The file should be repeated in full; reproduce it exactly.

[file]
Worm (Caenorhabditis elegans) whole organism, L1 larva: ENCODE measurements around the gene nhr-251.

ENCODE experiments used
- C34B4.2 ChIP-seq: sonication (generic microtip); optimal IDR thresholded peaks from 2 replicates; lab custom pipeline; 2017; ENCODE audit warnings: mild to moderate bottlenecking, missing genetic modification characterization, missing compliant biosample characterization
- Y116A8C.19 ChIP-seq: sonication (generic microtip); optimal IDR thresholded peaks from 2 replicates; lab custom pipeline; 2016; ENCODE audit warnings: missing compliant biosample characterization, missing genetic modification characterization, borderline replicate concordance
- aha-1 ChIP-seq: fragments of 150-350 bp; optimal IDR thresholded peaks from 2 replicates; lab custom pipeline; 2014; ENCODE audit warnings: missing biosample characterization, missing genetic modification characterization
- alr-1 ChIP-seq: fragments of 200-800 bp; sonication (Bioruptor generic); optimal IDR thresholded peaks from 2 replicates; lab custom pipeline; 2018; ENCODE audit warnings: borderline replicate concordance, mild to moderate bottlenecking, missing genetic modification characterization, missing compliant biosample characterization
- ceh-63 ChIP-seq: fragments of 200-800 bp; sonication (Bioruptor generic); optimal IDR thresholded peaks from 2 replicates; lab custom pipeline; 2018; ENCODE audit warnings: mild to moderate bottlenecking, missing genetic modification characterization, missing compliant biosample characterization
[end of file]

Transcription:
Worm (Caenorhabditis elegans) whole organism, L1 larva: ENCODE measurements around the gene nhr-251.

ENCODE experiments used
- C34B4.2 ChIP-seq: sonication (generic microtip); optimal IDR thresholded peaks from 2 replicates; lab custom pipeline; 2017; ENCODE audit warnings: mild to moderate bottlenecking, missing genetic modification characterization, missing compliant biosample characterization
- Y116A8C.19 ChIP-seq: sonication (generic microtip); optimal IDR thresholded peaks from 2 replicates; lab custom pipeline; 2016; ENCODE audit warnings: missing compliant biosample characterization, missing genetic modification characterization, borderline replicate concordance
- aha-1 ChIP-seq: fragments of 150-350 bp; optimal IDR thresholded peaks from 2 replicates; lab custom pipeline; 2014; ENCODE audit warnings: missing biosample characterization, missing genetic modification characterization
- alr-1 ChIP-seq: fragments of 200-800 bp; sonication (Bioruptor generic); optimal IDR thresholded peaks from 2 replicates; lab custom pipeline; 2018; ENCODE audit warnings: borderline replicate concordance, mild to moderate bottlenecking, missing genetic modification characterization, missing compliant biosample characterization
- ceh-63 ChIP-seq: fragments of 200-800 bp; sonication (Bioruptor generic); optimal IDR thresholded peaks from 2 replicates; lab custom pipeline; 2018; ENCODE audit warnings: mild to moderate bottlenecking, missing genetic modification characterization, missing compliant biosample characterization